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Rut. Thou sole delight—
Thou onlyjoy which life could ever give,,
Or death deprive me of—-my wedded lord !
I come, with thee, determin'd to endure
The utmost rigour of our angry stars !—
To join thee, fearless, in the grasp of death,
And seek some dwelling in a world beyond it!
Essex. Too much, thou partner of this dismal hour,
Thy gen'rous soul would prompt thee to endure!
And smiling time his treasures shall unfold
To bribe thy stay!
Rut. Thou cruel comforter !
Alas! what's life—-what's hated life to me?
Alas, this universe, this goodly frame,
Shall all as one continued curse appear,
And every object blast, when thou art gone.
Essex. Oh, strain not thus the little strength I've left,
The weak support that holds up life ! to bear
A few short moments more, its weight of woe, _
Nor with that look melt down my fix’d resolve!
On that lov’d form! Alas! I feel my sight
Grows dim, and reason from her throne retires:
And leave me to my fate!
Rut. Why wiltthou still
Of parting talk ?
Oh, that the friendly hand of Heaven would snatch
Where fortune's venom’d shafts can never pierce,
Essex. The awful Searcher, whose impartial eye
Explores the secrets of each human heart,
Demands me. [Exeunt Essex and Lravrmunr.
Rut. Where has my lost, benighted, soul been wand'ring ?F
What means this mist, that hangs about my mind,
Through which reflection's painful eye discerns
Imperfect forms, and horrid shapes of woe ?----
The cloud dispels, the shades withdraw, and all
My dreadful fate appears.—Oh! where's my lord ?—
My life ! my Essex ! Oh! whither have they ta'en him ? ‘
Qu. Eliz. To execution !—Fly with lightning's wing,
And save him!
Be calm, he shall not die! Rise up—I came
To save his life.
Rut. 'Tis mercy's voice that speaks !—
My Essex shall again be mine! My queen,
‘My bounteous, gracious queen, has said the word ! May troops of angels guard thy sacred life!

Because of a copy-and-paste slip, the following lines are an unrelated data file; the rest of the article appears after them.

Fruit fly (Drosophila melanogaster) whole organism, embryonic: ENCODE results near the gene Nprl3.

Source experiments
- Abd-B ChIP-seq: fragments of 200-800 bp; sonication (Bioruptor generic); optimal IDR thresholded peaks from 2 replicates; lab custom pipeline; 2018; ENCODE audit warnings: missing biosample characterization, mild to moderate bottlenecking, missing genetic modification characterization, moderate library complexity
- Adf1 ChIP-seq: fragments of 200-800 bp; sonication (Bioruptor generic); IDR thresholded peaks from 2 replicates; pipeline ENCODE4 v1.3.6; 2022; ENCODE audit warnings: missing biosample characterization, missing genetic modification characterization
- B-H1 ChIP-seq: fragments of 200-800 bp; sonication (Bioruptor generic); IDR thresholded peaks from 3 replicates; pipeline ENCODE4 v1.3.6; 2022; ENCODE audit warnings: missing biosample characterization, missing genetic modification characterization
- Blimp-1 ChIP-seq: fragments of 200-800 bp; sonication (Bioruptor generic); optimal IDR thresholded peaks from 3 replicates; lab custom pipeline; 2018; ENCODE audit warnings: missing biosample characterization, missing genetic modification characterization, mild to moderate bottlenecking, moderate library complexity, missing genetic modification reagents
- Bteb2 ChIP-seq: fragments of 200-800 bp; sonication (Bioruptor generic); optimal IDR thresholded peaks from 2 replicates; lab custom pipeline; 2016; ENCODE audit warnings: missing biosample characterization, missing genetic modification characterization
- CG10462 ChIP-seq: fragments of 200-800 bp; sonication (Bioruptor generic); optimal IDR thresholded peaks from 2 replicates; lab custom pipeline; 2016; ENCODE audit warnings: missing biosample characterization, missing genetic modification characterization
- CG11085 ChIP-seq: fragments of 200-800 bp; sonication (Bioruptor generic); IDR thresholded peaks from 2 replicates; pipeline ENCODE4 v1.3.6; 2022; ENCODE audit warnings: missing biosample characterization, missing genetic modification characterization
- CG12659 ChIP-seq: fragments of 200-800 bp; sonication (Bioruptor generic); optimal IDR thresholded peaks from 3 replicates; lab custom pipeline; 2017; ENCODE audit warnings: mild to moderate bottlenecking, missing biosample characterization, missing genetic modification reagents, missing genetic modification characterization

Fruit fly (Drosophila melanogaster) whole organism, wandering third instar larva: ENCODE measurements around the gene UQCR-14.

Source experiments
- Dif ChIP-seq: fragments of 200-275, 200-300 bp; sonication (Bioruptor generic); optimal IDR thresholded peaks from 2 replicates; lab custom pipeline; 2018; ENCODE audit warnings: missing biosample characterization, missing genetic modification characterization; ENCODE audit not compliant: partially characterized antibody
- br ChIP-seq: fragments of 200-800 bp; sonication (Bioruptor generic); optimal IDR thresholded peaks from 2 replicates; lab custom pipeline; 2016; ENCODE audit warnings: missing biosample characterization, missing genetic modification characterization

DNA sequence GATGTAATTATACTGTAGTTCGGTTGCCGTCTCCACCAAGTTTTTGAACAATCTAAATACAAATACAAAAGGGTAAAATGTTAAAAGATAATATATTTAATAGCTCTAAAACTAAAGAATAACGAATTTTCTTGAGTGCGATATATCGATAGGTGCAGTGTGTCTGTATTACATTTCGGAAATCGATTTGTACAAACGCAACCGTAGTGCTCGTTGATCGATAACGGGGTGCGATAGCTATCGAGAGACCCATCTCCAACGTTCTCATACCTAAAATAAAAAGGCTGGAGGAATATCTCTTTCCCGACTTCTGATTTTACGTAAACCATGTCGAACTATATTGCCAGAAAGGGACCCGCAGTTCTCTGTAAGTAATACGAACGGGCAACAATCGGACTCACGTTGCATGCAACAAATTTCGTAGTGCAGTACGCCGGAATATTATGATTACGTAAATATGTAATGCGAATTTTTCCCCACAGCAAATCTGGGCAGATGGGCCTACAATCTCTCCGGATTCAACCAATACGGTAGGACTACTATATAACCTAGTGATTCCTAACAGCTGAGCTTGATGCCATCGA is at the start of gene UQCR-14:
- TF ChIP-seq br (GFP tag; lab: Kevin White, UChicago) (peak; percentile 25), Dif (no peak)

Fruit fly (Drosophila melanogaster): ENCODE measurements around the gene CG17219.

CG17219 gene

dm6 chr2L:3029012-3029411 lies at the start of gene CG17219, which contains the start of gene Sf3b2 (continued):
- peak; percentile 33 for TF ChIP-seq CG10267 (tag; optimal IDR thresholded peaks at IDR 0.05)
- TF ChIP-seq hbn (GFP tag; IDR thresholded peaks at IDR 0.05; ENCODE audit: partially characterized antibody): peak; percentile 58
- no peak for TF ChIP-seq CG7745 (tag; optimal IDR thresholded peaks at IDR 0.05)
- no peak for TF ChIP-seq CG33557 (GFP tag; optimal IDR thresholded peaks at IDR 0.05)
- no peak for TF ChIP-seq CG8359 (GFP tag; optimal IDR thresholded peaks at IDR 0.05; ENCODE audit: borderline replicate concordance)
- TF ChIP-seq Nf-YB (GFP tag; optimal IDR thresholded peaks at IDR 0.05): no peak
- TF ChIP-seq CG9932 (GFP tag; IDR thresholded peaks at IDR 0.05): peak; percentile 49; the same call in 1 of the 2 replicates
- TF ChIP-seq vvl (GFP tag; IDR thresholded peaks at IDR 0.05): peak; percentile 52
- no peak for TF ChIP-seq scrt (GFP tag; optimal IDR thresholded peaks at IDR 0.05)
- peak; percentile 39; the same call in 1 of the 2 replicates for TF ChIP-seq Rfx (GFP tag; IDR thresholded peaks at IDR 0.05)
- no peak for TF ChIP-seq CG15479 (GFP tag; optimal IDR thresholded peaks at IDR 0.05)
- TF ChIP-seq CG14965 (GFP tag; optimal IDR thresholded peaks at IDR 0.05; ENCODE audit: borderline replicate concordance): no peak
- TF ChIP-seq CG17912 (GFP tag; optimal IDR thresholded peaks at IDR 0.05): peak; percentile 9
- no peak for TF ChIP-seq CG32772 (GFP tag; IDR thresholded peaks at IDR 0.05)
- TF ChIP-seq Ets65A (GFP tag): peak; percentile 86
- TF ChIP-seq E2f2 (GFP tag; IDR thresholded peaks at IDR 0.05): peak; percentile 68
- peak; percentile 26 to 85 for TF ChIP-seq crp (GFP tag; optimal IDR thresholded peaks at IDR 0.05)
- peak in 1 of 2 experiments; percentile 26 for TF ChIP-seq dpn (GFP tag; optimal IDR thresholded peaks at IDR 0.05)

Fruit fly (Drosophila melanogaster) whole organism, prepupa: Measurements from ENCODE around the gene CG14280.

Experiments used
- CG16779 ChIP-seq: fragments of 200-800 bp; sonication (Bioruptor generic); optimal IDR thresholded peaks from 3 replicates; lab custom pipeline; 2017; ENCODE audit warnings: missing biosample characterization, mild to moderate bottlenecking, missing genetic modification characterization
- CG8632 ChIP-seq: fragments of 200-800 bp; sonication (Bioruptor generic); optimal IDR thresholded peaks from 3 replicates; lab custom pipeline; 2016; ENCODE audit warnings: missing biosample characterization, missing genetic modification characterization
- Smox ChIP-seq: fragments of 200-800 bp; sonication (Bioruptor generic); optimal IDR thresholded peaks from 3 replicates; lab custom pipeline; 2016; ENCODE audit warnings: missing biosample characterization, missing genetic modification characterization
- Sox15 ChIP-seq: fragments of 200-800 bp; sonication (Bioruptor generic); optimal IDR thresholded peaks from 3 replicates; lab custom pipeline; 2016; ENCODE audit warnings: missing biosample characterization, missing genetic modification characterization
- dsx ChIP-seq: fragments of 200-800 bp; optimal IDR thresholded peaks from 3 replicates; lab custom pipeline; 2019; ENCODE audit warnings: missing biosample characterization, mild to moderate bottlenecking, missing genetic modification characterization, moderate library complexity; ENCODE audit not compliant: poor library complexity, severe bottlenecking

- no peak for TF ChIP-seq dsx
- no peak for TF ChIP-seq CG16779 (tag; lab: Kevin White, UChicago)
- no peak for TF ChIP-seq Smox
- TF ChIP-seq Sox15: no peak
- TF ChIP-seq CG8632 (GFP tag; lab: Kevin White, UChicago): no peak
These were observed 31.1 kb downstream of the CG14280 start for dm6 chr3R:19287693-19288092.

And, in thy-latest moments, waft thy soul,
To meet that mercy in the realms ofjoy, _
Qu. Eliz. Alas! her sorrows pierce my suffering heart! Rut. Eternal discord tear the social world,
And nature's laws dissolve! expunge—erase
The hated marks of time's engraving hand,
And every trace destroy! Arise, Despair!
Assert thy rightful claim—possess me all !
Bear, bear me to my murder'd lord—to clasp
His bleeding body in my dying arms !
And, in the tomb, embrace his dear remains,
And mingle with his dust—for ever! [E.rit.
Qu. Eliz. Hapless woman !
She shall henceforth be partner of my sorrows:
And we'll contend who most shall weep for Essex.
Could no pretext be found—no cause appear,
To lengthen mercy out a moment more,
And stretch the span of grace ?—Oh, cruel Bur
leigh ! This, this was thy dark work, unpitying man ! Bur. My gracious mistress, blame not thus my dut , '
My firm oliiadience to your high command.
The laws condemn'd him first to die; nor think
I stood between your mercy, and his life.
It was the Lady Nottingham, not I.
Herself confess'd it all, in wild despair,
That, from your majesty to Essex sent
With terms of proffer'd grace, she then ,receiv’d,
It seems, of much importance, which the earl,
With earnest suit, and warm entreaty, begg’d her,
As she would prize his life, to give your majesty;
In this she fail'd—~In this she murder'd Essex.
Qu. Eliz. Oh, barbarous woman! Surrounded still by treachery and fraud !